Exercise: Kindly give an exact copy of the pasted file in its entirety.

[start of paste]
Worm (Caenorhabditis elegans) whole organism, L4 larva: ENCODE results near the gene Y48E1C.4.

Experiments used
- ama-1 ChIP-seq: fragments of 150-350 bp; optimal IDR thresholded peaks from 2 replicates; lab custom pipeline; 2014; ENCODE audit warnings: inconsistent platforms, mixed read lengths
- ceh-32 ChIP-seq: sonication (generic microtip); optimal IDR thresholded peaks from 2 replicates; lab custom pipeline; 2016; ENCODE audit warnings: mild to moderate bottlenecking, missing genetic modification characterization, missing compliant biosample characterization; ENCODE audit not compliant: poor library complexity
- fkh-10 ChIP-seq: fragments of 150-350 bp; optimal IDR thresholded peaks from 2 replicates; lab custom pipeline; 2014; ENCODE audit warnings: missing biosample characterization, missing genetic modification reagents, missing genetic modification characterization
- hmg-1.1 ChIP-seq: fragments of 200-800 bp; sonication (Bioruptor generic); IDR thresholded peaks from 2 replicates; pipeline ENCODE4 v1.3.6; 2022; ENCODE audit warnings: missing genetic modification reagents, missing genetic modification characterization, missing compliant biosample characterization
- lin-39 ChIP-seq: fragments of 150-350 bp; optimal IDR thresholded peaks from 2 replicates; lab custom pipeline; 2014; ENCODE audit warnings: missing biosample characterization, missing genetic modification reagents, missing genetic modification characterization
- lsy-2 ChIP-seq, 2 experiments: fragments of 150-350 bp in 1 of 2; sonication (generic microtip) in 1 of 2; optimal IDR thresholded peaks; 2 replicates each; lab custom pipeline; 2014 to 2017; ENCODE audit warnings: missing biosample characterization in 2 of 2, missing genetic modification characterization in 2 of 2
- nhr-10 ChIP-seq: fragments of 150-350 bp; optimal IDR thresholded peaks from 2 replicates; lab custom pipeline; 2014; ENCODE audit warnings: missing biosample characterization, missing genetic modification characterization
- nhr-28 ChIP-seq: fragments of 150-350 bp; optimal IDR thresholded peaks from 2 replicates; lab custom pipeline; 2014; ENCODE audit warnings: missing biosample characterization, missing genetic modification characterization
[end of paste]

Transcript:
Worm (Caenorhabditis elegans) whole organism, L4 larva: ENCODE results near the gene Y48E1C.4.

Experiments used
- ama-1 ChIP-seq: fragments of 150-350 bp; optimal IDR thresholded peaks from 2 replicates; lab custom pipeline; 2014; ENCODE audit warnings: inconsistent platforms, mixed read lengths
- ceh-32 ChIP-seq: sonication (generic microtip); optimal IDR thresholded peaks from 2 replicates; lab custom pipeline; 2016; ENCODE audit warnings: mild to moderate bottlenecking, missing genetic modification characterization, missing compliant biosample characterization; ENCODE audit not compliant: poor library complexity
- fkh-10 ChIP-seq: fragments of 150-350 bp; optimal IDR thresholded peaks from 2 replicates; lab custom pipeline; 2014; ENCODE audit warnings: missing biosample characterization, missing genetic modification reagents, missing genetic modification characterization
- hmg-1.1 ChIP-seq: fragments of 200-800 bp; sonication (Bioruptor generic); IDR thresholded peaks from 2 replicates; pipeline ENCODE4 v1.3.6; 2022; ENCODE audit warnings: missing genetic modification reagents, missing genetic modification characterization, missing compliant biosample characterization
- lin-39 ChIP-seq: fragments of 150-350 bp; optimal IDR thresholded peaks from 2 replicates; lab custom pipeline; 2014; ENCODE audit warnings: missing biosample characterization, missing genetic modification reagents, missing genetic modification characterization
- lsy-2 ChIP-seq, 2 experiments: fragments of 150-350 bp in 1 of 2; sonication (generic microtip) in 1 of 2; optimal IDR thresholded peaks; 2 replicates each; lab custom pipeline; 2014 to 2017; ENCODE audit warnings: missing biosample characterization in 2 of 2, missing genetic modification characterization in 2 of 2
- nhr-10 ChIP-seq: fragments of 150-350 bp; optimal IDR thresholded peaks from 2 replicates; lab custom pipeline; 2014; ENCODE audit warnings: missing biosample characterization, missing genetic modification characterization
- nhr-28 ChIP-seq: fragments of 150-350 bp; optimal IDR thresholded peaks from 2 replicates; lab custom pipeline; 2014; ENCODE audit warnings: missing biosample characterization, missing genetic modification characterization